Friday, 4th September 2015

Shrewsbury Matters: Restoration of Abbey Foregate station back on track

By Phil Gillam

Stick around long enough and little miracles happen – like new life slowly being breathed into the long-derelict Abbey Foregate railway station.

For decades, this was one of those “blink-and-you’ll-miss-it” buildings, a structure so apparently insignificant that few local people even knew it was there.

I well remember meeting up with school pals in this neck of the woods – long before the regeneration that came with the new link road in the early 1980s, long before the new Greenhous Vauxhall showrooms, long before the Beaten Track pub and the Safeway supermarket which eventually became Asda, long before Cineworld.

When I was 11 or 12, I probably knew nothing of the history of this area. I certainly don’t recall being aware of the Shropshire and Montgomeryshire Railway. All that would come much later.

No, we schoolboys would just congregate there sometimes – because it was a kind of cool and mysterious place.

There were broken down buildings just crying out to be explored. Now, this might well have involved trespassing, but there were no signs around to suggest this, and back then there was a sense in which the whole world was free and open.

We were never out to make mischief, never out to be a nuisance to anyone, and we most certainly did not go in for smashing old windows or any kind of vandalism. It was just fun to hang around with mates in this semi-wasteland full of ghosts.

Back then there were still railway lines in this area.

In amongst the ballast supporting the lines you would occasionally stumble upon an ancient cigarette packet covered in oil or a torn page from some old railway document – an artefact from another era.

Why were there still railway lines there in the 1970s when the Shropshire and Montgomeryshire Railway had vanished many years before?

Well, because there was an oil depot there in Abbey Foregate and the sidings were still being used by British Railways for transporting oil tankers (and continued to be used right up until 1988, finally being taken up in 1990).

All this came back to me on Sunday when the old Abbey Foregate station (undergoing renovation) was opened to the public, and I popped along to see how things were developing. There is still a lot to be done here as the idea is that it should become a permanent little museum and visitor centre, but much has already been achieved – thanks to the Shrewsbury Railway Heritage Trust.

The trust was formed in 2003 with the intention of recording, documenting, preserving and telling the story of the railways in Shrewsbury and its region for the benefit of future generations.

A noble ambition indeed.

The trust is a registered charity and a company limited by guarantee, managed by a board of eight directors. It has a membership of more than 100.

Its declared aim is to record the social and economic impact of the railways upon Shrewsbury and the wider region. Shrewsbury was of course one of the most important connectional hubs on the early UK rail network with its extensive marshalling yards in Coton Hill, Coleham and Abbey Foregate, the latter known locally as ‘the back of the sheds’.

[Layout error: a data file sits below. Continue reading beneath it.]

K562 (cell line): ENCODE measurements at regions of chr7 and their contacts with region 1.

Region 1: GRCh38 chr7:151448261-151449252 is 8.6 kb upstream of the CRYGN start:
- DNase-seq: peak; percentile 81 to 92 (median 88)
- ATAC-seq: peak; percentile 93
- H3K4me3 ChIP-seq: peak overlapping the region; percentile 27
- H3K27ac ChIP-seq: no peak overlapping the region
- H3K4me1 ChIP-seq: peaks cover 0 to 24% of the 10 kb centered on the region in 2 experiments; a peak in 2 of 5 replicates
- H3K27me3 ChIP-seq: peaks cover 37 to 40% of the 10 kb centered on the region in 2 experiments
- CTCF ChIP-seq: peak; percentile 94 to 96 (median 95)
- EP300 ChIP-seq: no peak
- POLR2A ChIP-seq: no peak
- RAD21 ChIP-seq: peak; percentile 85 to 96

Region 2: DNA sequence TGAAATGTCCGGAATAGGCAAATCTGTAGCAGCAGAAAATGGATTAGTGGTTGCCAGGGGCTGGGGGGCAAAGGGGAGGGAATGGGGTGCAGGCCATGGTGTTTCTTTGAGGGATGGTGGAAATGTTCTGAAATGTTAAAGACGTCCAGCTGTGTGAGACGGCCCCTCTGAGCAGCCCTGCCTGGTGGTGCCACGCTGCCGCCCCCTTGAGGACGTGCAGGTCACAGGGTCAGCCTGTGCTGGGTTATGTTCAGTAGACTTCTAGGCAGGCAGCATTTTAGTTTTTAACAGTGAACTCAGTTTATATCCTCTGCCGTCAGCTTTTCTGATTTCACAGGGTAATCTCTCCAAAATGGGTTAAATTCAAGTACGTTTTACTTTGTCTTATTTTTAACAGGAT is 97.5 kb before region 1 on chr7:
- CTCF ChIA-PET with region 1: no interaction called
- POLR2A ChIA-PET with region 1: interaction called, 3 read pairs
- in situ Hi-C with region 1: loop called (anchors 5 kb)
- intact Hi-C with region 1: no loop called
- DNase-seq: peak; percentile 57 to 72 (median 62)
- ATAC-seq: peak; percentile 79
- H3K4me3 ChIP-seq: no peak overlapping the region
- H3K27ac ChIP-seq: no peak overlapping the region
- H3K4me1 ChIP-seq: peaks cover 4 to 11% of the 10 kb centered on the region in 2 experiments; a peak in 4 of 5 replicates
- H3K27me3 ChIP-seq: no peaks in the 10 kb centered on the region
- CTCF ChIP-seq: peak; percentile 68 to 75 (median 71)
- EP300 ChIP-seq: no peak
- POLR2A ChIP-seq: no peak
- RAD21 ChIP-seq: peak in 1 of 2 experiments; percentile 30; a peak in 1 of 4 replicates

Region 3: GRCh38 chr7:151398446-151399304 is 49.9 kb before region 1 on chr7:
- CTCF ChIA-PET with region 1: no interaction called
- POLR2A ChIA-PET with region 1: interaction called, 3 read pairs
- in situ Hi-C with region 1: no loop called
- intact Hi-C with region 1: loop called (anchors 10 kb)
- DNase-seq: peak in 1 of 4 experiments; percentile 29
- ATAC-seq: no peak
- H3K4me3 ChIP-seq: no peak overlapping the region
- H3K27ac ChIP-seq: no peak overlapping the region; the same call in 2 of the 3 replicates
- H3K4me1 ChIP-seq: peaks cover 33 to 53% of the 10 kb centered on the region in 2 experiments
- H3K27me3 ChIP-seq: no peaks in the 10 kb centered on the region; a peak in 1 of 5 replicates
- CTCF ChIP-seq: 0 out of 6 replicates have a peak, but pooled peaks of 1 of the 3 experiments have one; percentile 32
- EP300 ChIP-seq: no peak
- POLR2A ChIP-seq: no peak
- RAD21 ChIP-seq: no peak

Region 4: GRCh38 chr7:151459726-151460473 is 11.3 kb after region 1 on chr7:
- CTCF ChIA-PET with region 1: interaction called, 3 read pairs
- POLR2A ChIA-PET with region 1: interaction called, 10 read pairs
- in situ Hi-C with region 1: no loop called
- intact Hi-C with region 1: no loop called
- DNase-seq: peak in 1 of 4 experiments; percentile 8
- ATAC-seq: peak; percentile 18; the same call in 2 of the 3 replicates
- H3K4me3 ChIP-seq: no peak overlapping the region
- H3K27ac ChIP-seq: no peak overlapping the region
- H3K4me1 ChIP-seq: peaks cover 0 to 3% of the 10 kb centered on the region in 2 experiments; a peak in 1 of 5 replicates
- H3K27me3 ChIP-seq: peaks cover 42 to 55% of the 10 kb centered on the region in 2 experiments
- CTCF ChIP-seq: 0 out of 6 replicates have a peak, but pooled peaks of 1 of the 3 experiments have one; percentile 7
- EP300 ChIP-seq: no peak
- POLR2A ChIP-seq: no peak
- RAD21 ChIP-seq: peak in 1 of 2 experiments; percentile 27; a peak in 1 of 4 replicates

As a boy I was always very aware of ‘the back of the sheds’ with my grand-dad having been a Great Western Railway man.

It was a fascinating area.

And the handful of streets which still bear the name – ‘the back of the sheds’ – remains a fascinating area.

On Sunday, there was not a tremendous amount to see at the old station – a few pictures of how things used to be, a couple of information displays, a book stall. But it was enough to give you a little taste of the place – and also a little insight into what it can become.

Stop-start, stop-start funding has meant that the project is behind schedule, but hopes are high that the place will be fully open to the public in the not-too-distant future.

For those unfamiliar with the history, the old station here was once part of the Potteries, Shrewsbury and North Wales Railway, known more commonly as “The Potts” – established by Richard Samuel France, a wealthy Shropshire entrepreneur. The 18-mile main line from Shrewsbury to Llanymynech opened on August 13, 1866 with a further extension serving the Nantmawr quarries. Owing to financial difficulties the company was wound up in 1881.

The Potts somehow carried on in a state of suspension until Colonel Holman Fred Stephens took charge in 1908 and renamed the enterprise the Shropshire and Montgomeryshire Railway.

This ran from 1911 to 1933. In 1941 the War Department requisitioned the line, running trains to and from its ammunition storage depot at Nesscliffe.

Some modest service then ran after the war but the railway was handed over to BR in 1960 for dismantling.

For more information on the Shrewsbury Railway Heritage Trust contact Mansel Williams on 01743 235103 or Phil Hughes on 01743 359853.